Church of England concedes clergy work for church

Religious groups in the UK could soon find their members subject to minimum wage and anti-discrimination laws, a union has claimed.

Unite, the UK’s largest trade union, said the Church of England has conceded that its ministers are employed by the Church rather than God in the case of former policeman Reverend Mark Sharpe.

During his three-year tenure, Sharpe said he had been subjected to verbal abuse and threats by locals, and has been forced to work in a vicarage infested by vermin, with dangerous heating and electrical systems.

A recent landmark employment tribunal in Birmingham between Sharpe and his employer, the Worcester Diocese, saw the church agree that Sharpe had ‘the status of a worker for the purposes of this claim’. The case hinges on a historical declaration that priests are ‘office holders’ occupying ‘a living’, employed by God, and are not subject to employment legislation.

The case is now set for judicial mediation in the next few months, and if upheld after any appeal, will mean that members of religious groups across the UK could be subject to legislation covering health & safety, the National Minimum Wage, paid holidays, whistleblowing, anti-discrimination, flexible working policies, and the Working Time Directive.

Rachael Maskell, Unite’s national officer, community and non-profit sector said: “We are poised for the biggest raft of employment benefits for ministers in the Church of England since it came into being under Henry VIII’s Reformation in the 1530s. It will also have implications for other faith groups.”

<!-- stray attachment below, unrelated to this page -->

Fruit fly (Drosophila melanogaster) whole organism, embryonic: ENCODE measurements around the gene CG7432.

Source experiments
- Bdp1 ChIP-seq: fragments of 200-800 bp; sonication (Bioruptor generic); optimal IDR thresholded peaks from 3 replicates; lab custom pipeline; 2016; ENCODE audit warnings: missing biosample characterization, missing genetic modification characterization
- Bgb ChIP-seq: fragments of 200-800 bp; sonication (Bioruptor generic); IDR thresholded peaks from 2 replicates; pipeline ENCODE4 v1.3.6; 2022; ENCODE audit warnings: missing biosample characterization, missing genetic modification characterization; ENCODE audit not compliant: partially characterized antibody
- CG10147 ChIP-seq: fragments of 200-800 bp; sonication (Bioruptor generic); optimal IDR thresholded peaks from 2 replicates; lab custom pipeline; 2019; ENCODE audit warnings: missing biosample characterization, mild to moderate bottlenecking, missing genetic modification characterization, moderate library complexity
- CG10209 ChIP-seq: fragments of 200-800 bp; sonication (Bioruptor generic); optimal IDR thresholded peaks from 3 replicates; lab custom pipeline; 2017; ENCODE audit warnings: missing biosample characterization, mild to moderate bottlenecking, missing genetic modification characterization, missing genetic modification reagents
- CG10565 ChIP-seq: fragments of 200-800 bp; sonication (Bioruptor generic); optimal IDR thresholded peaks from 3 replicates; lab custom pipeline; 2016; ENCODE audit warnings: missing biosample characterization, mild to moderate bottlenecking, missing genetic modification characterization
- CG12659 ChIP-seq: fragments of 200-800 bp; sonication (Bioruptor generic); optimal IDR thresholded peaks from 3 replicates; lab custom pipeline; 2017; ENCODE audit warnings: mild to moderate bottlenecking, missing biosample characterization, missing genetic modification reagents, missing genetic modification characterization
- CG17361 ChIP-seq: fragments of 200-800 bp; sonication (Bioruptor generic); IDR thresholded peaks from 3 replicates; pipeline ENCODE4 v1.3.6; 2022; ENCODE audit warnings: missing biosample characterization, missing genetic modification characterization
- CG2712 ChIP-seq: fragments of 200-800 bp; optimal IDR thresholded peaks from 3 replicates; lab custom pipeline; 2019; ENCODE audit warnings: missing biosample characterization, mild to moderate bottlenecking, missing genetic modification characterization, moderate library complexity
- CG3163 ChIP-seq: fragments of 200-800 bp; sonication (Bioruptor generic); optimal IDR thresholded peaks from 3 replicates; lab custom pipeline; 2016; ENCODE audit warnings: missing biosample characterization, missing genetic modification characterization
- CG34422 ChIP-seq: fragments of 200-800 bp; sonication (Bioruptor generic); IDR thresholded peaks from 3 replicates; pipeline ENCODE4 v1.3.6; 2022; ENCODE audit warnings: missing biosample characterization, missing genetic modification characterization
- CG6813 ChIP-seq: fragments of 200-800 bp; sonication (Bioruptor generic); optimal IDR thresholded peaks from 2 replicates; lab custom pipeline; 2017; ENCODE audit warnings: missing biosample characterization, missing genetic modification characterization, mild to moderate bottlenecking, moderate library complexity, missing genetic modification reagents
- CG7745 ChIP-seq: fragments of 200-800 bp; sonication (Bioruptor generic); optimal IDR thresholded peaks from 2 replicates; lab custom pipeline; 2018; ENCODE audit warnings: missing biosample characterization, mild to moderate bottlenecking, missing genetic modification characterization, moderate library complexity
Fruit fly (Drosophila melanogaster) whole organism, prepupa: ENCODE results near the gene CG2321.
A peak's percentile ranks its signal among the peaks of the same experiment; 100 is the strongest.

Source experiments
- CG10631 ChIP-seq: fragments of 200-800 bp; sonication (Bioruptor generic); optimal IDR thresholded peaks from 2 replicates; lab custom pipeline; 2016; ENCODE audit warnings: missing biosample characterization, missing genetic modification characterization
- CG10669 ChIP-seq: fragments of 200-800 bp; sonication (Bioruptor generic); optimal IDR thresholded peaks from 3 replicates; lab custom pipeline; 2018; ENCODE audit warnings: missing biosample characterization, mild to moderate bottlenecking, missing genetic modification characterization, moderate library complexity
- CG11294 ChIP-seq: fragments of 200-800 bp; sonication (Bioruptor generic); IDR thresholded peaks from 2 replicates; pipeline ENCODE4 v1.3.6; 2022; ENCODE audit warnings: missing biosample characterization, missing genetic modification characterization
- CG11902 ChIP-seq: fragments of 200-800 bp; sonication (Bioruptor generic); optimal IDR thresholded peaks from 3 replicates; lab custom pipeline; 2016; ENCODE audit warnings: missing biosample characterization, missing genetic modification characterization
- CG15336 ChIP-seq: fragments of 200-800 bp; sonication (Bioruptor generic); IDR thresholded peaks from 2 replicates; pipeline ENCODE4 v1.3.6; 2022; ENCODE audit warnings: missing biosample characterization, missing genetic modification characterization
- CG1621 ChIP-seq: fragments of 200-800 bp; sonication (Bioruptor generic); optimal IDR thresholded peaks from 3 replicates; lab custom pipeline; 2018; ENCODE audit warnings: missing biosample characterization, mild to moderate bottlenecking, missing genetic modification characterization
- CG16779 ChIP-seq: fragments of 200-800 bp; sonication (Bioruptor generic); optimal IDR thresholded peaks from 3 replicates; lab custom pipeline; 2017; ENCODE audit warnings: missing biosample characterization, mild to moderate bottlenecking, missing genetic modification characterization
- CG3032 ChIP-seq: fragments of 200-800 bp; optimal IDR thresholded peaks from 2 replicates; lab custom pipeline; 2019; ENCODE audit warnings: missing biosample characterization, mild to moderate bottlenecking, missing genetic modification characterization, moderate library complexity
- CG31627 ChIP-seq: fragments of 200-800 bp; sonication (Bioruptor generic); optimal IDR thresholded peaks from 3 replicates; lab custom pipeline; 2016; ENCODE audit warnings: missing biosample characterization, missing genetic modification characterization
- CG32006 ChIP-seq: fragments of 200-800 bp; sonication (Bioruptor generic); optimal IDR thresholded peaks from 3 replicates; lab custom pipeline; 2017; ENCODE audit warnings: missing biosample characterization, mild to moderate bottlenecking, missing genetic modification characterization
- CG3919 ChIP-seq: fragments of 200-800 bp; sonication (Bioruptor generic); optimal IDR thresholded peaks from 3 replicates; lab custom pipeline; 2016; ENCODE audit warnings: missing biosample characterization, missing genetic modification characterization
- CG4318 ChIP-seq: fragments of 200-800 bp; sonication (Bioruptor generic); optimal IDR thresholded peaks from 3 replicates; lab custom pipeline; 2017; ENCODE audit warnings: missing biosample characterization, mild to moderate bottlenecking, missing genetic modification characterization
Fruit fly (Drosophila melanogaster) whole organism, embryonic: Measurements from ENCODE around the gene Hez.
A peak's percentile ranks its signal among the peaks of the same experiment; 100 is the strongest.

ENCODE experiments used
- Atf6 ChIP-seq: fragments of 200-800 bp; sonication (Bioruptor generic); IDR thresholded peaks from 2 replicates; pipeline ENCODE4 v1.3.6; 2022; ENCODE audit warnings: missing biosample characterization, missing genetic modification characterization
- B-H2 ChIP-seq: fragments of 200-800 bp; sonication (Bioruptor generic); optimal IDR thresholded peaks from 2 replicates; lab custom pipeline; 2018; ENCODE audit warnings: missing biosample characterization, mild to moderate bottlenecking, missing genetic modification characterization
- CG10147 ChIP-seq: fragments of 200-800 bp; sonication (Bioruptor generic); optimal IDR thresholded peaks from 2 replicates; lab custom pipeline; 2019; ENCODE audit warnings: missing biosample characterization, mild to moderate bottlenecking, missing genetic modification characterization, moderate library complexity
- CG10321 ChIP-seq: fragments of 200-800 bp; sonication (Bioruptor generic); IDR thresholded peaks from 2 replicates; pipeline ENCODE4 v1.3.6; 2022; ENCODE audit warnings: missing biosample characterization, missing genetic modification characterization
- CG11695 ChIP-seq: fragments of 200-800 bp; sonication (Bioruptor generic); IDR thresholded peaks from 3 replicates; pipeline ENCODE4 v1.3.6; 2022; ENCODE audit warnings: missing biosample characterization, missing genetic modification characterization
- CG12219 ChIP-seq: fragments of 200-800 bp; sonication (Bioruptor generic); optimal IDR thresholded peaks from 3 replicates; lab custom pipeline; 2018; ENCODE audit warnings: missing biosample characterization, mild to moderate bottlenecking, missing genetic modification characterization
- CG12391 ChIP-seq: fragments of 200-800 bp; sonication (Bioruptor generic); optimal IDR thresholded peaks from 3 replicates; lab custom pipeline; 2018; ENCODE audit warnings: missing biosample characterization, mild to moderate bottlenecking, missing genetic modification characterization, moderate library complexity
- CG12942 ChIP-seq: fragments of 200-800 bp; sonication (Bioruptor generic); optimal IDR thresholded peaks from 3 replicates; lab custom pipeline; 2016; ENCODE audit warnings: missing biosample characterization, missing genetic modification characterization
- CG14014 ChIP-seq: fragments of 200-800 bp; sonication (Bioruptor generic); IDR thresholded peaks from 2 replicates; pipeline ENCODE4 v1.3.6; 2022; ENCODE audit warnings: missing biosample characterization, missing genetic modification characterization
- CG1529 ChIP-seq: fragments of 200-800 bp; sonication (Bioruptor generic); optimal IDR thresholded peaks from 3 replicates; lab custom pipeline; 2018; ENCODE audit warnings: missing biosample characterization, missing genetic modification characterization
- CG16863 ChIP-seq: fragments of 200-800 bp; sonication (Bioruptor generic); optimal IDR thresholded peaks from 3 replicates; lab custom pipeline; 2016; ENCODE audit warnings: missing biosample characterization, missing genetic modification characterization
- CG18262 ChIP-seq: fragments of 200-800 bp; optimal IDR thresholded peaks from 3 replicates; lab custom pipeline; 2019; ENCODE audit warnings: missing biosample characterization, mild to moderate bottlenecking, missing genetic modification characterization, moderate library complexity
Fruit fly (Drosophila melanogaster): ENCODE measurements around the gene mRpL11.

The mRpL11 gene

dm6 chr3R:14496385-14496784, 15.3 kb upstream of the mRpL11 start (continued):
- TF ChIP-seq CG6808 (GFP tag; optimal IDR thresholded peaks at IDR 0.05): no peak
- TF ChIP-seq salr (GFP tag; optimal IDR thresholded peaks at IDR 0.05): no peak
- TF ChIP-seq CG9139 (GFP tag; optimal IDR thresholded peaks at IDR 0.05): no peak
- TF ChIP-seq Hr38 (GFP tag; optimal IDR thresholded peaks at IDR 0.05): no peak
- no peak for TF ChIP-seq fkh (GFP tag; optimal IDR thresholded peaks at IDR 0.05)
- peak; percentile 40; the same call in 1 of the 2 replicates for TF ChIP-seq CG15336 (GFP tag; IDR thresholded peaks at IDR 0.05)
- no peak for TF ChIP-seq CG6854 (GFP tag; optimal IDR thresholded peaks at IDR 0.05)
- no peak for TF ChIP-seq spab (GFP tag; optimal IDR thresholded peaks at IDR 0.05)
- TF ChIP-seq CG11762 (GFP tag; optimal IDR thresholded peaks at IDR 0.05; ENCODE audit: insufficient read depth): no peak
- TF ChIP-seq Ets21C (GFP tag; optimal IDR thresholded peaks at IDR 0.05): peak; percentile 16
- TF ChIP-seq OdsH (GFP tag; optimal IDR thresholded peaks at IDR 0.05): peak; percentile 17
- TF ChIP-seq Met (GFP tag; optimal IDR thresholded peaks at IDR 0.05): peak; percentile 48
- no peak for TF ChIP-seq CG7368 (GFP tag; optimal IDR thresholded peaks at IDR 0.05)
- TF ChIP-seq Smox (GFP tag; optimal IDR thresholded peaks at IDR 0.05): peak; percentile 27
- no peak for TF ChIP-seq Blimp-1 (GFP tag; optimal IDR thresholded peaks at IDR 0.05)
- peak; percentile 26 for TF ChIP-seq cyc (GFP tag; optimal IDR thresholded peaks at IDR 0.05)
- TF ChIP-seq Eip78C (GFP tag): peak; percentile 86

“We want to work with the Church of England to improve working conditions for Unite’s members, but first of all, we need an independent review by the conciliatory service, Acas as how best this can occur.”

But a CoE spokesman said that under employment law, a ‘worker’ does not mean the same thing as ‘employee’, and any ruling will not have the widespread effect the union claims. He said most ministers within the Church wanted to keep its title of ‘office-holder’ rather than ‘employee’.

“We have more than 10,000 paid clergy, and the overwhelming majority say they want to remain office-holders,” the spokesman said. “We’ve been working with Unite for six years to find a way to give 21st century conditions of service to our clergy, while letting them remain office-holders, and there is currently a measure making its way through the Houses of Parliament that we believe will provide these conditions.”

Unite has over 2,500 members in the ‘clergy’ category, although it includes members from other religious affiliations.

Meanwhile, hundreds of Acas staff staged a one-hour strike over their pay row on Friday.




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